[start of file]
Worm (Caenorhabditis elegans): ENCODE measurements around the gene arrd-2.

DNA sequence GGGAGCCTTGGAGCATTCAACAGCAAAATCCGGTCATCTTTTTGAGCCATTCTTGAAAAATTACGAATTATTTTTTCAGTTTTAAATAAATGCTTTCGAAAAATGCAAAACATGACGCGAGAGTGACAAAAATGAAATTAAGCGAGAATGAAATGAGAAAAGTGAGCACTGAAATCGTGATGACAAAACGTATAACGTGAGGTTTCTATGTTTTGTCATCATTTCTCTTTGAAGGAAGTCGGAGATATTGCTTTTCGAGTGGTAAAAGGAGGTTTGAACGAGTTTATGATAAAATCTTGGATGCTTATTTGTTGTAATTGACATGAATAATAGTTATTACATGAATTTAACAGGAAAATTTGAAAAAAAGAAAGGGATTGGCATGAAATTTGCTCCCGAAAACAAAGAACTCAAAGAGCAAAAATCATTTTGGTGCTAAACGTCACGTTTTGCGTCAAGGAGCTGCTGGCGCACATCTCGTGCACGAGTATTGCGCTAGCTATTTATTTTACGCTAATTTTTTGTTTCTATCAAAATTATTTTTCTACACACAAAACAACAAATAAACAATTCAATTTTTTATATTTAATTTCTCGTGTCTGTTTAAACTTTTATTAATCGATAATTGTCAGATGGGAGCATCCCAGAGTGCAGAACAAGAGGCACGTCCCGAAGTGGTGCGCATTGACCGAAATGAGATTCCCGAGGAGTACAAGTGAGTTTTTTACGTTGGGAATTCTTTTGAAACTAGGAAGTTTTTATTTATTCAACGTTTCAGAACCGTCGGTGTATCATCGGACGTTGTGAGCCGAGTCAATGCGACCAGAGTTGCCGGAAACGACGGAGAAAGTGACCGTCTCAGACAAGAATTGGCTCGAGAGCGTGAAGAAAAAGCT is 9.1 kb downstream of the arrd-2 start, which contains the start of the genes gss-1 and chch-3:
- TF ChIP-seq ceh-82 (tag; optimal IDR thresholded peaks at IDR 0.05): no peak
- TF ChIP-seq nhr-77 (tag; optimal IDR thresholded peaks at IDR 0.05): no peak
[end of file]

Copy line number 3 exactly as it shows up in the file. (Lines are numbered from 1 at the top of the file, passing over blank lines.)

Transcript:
- TF ChIP-seq ceh-82 (tag; optimal IDR thresholded peaks at IDR 0.05): no peak